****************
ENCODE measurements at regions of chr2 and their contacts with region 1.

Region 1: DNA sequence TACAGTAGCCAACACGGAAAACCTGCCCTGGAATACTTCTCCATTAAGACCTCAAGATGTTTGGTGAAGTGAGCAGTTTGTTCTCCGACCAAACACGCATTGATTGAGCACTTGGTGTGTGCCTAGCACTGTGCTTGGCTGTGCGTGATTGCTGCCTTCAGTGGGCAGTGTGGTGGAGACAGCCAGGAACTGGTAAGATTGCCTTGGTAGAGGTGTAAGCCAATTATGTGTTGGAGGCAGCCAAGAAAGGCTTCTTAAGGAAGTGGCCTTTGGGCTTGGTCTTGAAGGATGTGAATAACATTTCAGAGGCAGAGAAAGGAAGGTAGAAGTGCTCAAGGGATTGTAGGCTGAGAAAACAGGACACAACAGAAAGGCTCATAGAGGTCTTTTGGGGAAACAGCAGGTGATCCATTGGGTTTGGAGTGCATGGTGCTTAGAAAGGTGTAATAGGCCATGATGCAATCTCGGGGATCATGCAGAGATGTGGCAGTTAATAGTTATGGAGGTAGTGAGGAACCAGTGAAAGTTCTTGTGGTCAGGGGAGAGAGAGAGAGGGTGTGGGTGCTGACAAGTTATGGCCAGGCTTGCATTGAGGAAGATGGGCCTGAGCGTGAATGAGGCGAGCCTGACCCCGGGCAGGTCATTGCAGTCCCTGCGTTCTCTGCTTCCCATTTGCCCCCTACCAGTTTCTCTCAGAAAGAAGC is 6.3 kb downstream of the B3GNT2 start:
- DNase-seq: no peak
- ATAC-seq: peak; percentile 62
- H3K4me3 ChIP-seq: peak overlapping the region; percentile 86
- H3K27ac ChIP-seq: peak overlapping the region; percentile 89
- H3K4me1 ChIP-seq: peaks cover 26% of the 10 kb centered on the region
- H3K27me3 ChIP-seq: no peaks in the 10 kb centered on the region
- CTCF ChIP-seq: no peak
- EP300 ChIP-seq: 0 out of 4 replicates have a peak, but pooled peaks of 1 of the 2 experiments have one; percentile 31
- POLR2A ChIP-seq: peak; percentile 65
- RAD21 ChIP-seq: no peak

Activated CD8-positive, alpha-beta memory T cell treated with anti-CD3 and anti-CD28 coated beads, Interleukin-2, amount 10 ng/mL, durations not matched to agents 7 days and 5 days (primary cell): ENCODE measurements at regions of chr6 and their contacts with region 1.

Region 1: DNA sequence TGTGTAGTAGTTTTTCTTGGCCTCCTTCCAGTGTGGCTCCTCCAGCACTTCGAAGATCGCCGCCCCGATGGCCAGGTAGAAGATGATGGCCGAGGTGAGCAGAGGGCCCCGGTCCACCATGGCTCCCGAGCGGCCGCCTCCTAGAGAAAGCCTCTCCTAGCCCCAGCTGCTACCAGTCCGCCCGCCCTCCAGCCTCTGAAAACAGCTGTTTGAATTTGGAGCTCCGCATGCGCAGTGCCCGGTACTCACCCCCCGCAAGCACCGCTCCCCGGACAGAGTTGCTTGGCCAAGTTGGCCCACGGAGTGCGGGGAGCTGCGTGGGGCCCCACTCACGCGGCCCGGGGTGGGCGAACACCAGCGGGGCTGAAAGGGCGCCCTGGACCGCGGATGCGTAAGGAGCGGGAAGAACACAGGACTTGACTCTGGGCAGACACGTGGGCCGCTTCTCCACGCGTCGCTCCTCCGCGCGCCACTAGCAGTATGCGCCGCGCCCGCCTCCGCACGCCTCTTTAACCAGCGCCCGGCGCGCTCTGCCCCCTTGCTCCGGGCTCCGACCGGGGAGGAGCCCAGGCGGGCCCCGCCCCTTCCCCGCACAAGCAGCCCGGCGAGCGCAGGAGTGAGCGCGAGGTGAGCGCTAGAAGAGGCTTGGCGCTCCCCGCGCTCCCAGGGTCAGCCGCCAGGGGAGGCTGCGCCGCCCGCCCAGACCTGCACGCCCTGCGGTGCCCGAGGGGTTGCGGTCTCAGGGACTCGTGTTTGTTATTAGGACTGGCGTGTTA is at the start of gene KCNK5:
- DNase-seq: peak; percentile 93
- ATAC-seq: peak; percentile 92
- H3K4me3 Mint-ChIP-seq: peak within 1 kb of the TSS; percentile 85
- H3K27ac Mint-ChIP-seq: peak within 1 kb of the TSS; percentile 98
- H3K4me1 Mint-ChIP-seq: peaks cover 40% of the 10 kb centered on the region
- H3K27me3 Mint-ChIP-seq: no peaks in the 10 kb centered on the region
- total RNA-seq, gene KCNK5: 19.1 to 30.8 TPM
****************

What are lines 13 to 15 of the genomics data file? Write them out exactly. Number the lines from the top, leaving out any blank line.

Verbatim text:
Activated CD8-positive, alpha-beta memory T cell treated with anti-CD3 and anti-CD28 coated beads, Interleukin-2, amount 10 ng/mL, durations not matched to agents 7 days and 5 days (primary cell): ENCODE measurements at regions of chr6 and their contacts with region 1.

Region 1: DNA sequence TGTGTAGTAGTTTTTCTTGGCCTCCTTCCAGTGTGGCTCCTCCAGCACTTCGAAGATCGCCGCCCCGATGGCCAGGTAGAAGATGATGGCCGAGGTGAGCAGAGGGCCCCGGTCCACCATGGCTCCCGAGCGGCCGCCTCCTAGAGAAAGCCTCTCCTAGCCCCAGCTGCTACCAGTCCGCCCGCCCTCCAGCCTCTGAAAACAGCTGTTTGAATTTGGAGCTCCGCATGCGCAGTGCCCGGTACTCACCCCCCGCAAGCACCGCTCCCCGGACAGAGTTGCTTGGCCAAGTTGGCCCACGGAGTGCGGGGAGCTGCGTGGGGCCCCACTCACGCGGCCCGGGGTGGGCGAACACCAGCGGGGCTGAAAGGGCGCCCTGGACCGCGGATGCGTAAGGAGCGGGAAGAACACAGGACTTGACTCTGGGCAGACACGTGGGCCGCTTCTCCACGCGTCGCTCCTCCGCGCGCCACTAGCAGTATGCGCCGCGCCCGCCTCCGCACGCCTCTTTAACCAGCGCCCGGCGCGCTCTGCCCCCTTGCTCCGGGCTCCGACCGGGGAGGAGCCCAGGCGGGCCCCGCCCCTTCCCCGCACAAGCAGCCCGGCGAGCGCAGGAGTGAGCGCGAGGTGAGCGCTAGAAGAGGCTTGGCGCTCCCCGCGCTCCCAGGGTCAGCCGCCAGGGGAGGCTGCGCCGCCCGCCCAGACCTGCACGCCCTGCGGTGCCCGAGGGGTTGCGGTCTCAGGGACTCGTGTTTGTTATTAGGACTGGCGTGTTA is at the start of gene KCNK5:
- DNase-seq: peak; percentile 93